We can approximate the i.i.d. sampling of \(P_{\R{X}}\times P_{\R{Y}}\) using samples from \(P_{\R{X},\R{Y}}\) by a re-sampling trick:

(25)\[ \begin{align} P_{\R{Z}'^{n'}} &\approx P_{((\R{X}_{\R{J}_i},\R{Y}_{\R{K}_i})\mid i \in [n'])} \end{align} \]

where \(\R{J}_i\) and \(\R{K}_i\) for \(i\in [n']\) are independent and uniformly random indices

\[ P_{\R{J},\R{K}} = \op{Uniform}_{[n]\times [n]} \]

and \([n]:=\Set{1,\dots,n}\).

MINE [4] uses the following implementation that samples \((\R{J},\R{K})\) but without replacement. You can change \(n'\) using the slider for n_.

rng = np.random.default_rng(SEED)

def resample(data, size, replace=False):
    index = rng.choice(range(data.shape[0]), size=size, replace=replace)
    return data[index]

@widgets.interact(n_=widgets.IntSlider(n, 2, n, continuous_update=False))
def plot_resampled_data_without_replacement(n_):
    XY_ = np.block([resample(XY[:, [0]], n_), resample(XY[:, [1]], n_)])
    resampled_data = pd.DataFrame(XY_, columns=["X'", "Y'"])

In the above, the function resample

  • uses choice to uniformly randomly select a choice

  • from a range of integers going from 0 to

  • the size of the first dimension of the data.

Note however that the sampling is without replacement.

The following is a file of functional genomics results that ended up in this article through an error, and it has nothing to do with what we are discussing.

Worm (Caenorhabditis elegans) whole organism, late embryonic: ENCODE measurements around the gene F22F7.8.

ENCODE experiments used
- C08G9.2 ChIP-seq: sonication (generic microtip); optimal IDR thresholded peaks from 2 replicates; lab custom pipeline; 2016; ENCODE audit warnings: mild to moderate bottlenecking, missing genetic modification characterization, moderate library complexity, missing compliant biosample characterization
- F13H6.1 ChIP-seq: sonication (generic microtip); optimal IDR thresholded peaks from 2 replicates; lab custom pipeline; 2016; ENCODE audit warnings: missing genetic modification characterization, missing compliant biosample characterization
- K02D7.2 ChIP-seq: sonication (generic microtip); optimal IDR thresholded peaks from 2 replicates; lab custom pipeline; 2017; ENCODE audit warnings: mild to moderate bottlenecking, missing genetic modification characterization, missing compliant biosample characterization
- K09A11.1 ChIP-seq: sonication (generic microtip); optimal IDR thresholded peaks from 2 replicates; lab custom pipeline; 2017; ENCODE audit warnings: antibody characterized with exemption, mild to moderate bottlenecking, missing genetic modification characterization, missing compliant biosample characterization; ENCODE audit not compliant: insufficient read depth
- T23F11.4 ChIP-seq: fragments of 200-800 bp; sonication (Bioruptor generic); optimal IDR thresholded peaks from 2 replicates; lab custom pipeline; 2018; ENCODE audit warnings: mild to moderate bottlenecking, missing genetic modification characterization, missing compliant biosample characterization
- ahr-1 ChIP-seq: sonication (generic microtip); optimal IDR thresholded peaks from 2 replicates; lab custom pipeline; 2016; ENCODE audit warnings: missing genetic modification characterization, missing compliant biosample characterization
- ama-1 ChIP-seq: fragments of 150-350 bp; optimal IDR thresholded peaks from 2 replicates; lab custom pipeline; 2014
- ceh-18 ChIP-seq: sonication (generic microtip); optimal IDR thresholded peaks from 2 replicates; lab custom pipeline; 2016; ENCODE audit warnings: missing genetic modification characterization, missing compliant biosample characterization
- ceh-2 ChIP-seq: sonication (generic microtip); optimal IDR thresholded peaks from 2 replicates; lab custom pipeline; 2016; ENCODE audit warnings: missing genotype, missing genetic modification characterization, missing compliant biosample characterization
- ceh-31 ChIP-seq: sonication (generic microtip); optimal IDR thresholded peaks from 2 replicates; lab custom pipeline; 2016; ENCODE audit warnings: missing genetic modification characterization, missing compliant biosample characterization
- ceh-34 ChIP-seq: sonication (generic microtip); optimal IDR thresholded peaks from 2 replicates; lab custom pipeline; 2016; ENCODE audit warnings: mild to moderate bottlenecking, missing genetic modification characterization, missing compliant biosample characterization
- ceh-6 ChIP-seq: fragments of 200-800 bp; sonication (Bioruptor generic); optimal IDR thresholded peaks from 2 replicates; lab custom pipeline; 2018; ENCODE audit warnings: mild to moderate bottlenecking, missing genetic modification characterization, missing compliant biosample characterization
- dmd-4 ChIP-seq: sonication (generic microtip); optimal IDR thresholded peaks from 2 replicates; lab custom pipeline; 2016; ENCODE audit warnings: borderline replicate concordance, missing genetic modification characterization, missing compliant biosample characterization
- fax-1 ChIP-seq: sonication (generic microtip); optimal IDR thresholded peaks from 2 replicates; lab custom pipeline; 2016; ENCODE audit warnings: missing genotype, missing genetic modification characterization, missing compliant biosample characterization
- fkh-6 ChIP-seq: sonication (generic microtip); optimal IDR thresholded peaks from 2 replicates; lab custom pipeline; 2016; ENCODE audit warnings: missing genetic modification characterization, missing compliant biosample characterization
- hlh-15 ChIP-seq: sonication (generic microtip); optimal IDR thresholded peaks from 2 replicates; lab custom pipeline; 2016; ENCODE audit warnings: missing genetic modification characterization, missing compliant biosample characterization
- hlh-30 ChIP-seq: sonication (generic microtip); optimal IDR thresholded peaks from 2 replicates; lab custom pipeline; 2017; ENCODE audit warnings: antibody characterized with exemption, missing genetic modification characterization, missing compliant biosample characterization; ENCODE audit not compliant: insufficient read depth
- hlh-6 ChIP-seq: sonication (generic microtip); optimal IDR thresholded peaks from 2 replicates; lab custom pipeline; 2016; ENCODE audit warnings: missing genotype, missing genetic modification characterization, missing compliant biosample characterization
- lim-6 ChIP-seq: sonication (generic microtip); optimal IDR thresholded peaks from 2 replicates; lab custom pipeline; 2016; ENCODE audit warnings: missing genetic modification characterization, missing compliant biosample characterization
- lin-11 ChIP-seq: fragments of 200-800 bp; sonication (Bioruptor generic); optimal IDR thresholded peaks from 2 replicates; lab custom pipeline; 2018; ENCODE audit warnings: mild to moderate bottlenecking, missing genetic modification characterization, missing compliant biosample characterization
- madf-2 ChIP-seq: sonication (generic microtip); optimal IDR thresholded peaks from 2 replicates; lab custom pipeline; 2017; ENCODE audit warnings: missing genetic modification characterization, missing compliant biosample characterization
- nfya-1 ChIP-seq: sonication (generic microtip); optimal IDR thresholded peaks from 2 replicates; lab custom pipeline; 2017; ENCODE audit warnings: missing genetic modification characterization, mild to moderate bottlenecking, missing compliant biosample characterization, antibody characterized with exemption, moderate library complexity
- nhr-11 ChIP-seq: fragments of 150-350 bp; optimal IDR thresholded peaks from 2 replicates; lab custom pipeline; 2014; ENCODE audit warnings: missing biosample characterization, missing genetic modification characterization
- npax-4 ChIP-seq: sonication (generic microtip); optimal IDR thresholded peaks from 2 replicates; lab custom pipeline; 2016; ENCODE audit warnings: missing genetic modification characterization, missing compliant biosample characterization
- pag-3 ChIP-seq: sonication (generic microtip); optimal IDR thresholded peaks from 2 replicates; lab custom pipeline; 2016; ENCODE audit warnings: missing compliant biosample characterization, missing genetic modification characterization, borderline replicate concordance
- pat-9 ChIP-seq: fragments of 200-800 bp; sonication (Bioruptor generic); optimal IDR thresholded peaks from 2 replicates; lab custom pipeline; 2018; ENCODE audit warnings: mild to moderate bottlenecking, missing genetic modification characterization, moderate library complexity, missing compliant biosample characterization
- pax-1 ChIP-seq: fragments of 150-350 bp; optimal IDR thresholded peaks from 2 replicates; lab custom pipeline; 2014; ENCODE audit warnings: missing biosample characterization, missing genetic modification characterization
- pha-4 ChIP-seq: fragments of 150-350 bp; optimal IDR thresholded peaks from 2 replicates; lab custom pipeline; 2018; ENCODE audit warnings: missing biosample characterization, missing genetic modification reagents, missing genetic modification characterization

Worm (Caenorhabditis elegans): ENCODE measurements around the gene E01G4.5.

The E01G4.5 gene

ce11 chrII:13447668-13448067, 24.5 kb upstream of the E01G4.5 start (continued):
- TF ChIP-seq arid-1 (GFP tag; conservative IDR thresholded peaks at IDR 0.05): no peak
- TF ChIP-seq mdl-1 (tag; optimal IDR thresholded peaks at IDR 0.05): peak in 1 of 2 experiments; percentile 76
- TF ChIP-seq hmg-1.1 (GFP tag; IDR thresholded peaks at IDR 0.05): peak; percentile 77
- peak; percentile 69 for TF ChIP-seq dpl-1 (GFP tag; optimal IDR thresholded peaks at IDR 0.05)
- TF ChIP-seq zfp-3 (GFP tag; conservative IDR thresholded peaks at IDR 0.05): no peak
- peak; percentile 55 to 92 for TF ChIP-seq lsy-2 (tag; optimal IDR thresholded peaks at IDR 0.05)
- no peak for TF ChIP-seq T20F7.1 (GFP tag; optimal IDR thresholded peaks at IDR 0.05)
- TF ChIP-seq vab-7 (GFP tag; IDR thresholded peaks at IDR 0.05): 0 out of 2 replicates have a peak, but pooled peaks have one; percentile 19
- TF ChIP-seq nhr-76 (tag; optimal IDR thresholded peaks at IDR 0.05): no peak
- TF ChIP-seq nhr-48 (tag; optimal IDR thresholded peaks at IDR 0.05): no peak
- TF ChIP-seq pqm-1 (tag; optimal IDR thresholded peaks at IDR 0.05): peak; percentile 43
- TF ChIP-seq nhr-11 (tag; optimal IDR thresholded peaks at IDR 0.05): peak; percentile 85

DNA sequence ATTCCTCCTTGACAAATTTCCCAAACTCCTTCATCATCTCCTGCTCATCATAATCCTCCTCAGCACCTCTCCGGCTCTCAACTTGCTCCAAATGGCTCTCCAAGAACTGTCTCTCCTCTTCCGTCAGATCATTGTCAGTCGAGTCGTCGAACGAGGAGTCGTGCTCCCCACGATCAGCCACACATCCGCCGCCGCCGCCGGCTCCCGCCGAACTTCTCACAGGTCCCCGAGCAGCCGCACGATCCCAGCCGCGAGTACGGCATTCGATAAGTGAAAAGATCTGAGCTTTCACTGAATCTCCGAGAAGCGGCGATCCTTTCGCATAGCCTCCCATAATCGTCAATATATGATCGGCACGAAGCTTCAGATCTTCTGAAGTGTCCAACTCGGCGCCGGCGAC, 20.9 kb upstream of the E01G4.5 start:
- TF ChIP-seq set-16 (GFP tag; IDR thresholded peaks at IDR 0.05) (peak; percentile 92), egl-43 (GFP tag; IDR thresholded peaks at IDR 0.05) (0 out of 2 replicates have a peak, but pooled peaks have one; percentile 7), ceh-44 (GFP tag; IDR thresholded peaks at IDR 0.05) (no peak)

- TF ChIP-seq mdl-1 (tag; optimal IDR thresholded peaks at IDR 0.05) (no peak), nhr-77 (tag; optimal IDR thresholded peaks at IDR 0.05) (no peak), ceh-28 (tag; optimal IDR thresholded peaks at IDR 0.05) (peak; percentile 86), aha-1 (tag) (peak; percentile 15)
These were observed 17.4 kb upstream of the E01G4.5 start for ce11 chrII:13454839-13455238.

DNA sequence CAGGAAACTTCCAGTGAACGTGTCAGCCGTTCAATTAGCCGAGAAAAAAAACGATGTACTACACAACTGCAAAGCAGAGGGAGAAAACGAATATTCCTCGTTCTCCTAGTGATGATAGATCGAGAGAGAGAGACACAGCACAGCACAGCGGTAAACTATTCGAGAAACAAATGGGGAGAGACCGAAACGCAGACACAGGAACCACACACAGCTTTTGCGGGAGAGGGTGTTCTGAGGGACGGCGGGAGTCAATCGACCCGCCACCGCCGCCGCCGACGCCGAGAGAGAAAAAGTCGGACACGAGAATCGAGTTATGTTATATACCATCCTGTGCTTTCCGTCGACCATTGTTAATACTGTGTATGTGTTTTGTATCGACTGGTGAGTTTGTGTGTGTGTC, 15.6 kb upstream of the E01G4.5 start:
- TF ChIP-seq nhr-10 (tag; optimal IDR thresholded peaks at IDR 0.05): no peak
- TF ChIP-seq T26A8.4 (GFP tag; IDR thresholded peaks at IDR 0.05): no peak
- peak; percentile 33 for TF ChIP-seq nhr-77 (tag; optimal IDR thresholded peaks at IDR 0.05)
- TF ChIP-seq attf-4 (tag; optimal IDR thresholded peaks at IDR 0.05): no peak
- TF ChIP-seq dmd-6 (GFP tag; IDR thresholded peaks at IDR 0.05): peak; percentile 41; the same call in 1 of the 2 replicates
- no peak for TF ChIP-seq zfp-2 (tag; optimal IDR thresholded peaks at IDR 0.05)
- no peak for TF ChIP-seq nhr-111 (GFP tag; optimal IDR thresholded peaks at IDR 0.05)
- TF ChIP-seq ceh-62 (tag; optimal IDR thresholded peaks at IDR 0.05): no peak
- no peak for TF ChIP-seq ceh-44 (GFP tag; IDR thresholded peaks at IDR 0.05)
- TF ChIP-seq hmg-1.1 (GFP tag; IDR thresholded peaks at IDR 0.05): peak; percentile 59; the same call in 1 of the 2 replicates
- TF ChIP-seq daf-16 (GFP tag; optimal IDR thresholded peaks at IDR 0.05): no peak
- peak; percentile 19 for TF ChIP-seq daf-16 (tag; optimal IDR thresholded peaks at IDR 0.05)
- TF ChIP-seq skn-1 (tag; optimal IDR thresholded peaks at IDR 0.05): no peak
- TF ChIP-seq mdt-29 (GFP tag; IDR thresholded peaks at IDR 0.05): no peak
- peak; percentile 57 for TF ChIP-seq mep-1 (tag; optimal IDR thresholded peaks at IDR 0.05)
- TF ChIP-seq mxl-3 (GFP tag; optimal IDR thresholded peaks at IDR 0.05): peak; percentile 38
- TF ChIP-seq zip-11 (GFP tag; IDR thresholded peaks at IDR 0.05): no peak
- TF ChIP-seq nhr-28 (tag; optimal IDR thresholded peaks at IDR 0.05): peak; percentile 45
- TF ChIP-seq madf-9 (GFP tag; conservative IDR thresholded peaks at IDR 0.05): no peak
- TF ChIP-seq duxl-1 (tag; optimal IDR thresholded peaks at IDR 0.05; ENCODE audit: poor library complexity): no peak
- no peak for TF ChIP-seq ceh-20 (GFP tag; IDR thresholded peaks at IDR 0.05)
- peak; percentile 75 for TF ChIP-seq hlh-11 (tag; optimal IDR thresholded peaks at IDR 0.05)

Is it a good idea to sample without replacement?


Sampling without replacement has an important restriction \(n'\leq n\). Why?


To allow \(n>n'\), at least one sample \((\R{X}_i,\R{Y}_i)\) needs to be sampled more than once.

Exercise To allow \(n>n'\), complete the following code to sample with replacement and observe what happens when \(n \gg n'\).

@widgets.interact(n_=widgets.IntSlider(n, 2, 10 * n, continuous_update=False))
def plot_resampled_data_with_replacement(n_):
    XY_ = np.block(
        [resample(XY[:, [0]], n_, replace=True), resample(XY[:, [1]], n_, replace=True)]
    resampled_data = pd.DataFrame(XY_, columns=["X'", "Y'"])


Explain whether the resampling trick gives i.i.d. samples \((\R{X}_{\R{J}_i},\R{Y}_{\R{K}_i})\) for the cases with replacement and without replacement respectively?


The samples are identically distributed. However, they are not independent except in the trivial case \(n=1\) or \(n'=1\), regardless of whether the sample is with replacement or not. Consider \(n=1\) and \(n'=2\) as an example.


To improve the stability of the training, MINE applies additional smoothing to the gradient calculation.

How to train the neural network?

(24) can be solved iteratively by minibatch gradient descent using the loss function:

\[ \begin{align} \R{L}_{\text{MINE}}(\theta) &:= \overbrace{- \frac{1}{\abs{\R{B}}} \sum_{i\in \R{B}} t_{\theta} (\R{X}_i, \R{Y}_i) }^{\R{L}(\theta):=} + \log \overbrace{\frac{1}{\abs{\R{B}'}} \sum_{i\in \R{B}'} e^{t_{\theta} (\R{X}'_i, \R{Y}'_i)}}^{\R{L}'(\theta):=} \end{align} \]